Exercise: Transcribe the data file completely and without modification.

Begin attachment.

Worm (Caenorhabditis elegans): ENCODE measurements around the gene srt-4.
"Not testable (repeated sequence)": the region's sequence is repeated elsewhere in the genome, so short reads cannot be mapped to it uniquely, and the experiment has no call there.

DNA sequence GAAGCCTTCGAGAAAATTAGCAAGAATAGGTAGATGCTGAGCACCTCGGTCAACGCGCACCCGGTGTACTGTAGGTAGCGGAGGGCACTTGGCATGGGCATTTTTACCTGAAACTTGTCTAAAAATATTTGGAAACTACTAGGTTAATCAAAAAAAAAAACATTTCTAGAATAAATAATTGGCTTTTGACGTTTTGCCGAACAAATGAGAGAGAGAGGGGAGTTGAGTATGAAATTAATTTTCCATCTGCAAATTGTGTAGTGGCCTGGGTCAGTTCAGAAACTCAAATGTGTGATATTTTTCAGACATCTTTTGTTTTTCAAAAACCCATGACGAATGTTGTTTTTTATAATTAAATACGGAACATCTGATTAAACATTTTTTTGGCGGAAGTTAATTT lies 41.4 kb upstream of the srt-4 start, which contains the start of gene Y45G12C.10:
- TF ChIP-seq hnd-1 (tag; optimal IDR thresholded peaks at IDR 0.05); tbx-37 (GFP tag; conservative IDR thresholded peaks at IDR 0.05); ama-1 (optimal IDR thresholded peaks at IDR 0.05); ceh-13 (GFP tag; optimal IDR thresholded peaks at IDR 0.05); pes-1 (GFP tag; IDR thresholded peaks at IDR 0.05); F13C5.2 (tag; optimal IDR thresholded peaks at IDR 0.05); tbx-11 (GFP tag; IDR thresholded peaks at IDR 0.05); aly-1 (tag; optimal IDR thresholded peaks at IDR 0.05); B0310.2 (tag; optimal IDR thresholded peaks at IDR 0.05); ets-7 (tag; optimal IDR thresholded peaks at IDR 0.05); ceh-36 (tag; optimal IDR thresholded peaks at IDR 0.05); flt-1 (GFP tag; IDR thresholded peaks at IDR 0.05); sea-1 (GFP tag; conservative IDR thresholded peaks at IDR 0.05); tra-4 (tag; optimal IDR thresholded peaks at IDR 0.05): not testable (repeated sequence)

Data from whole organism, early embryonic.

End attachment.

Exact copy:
Worm (Caenorhabditis elegans): ENCODE measurements around the gene srt-4.
"Not testable (repeated sequence)": the region's sequence is repeated elsewhere in the genome, so short reads cannot be mapped to it uniquely, and the experiment has no call there.

DNA sequence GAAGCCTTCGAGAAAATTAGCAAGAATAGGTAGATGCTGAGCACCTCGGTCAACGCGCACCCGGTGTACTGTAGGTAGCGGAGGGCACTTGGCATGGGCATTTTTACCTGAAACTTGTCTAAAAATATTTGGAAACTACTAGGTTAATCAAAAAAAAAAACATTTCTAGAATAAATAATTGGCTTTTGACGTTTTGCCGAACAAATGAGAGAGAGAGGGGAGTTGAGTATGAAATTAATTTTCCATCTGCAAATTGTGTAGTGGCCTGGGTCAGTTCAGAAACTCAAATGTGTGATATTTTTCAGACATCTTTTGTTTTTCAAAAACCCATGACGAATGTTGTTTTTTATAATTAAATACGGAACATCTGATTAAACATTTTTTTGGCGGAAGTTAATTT lies 41.4 kb upstream of the srt-4 start, which contains the start of gene Y45G12C.10:
- TF ChIP-seq hnd-1 (tag; optimal IDR thresholded peaks at IDR 0.05); tbx-37 (GFP tag; conservative IDR thresholded peaks at IDR 0.05); ama-1 (optimal IDR thresholded peaks at IDR 0.05); ceh-13 (GFP tag; optimal IDR thresholded peaks at IDR 0.05); pes-1 (GFP tag; IDR thresholded peaks at IDR 0.05); F13C5.2 (tag; optimal IDR thresholded peaks at IDR 0.05); tbx-11 (GFP tag; IDR thresholded peaks at IDR 0.05); aly-1 (tag; optimal IDR thresholded peaks at IDR 0.05); B0310.2 (tag; optimal IDR thresholded peaks at IDR 0.05); ets-7 (tag; optimal IDR thresholded peaks at IDR 0.05); ceh-36 (tag; optimal IDR thresholded peaks at IDR 0.05); flt-1 (GFP tag; IDR thresholded peaks at IDR 0.05); sea-1 (GFP tag; conservative IDR thresholded peaks at IDR 0.05); tra-4 (tag; optimal IDR thresholded peaks at IDR 0.05): not testable (repeated sequence)

Data from whole organism, early embryonic.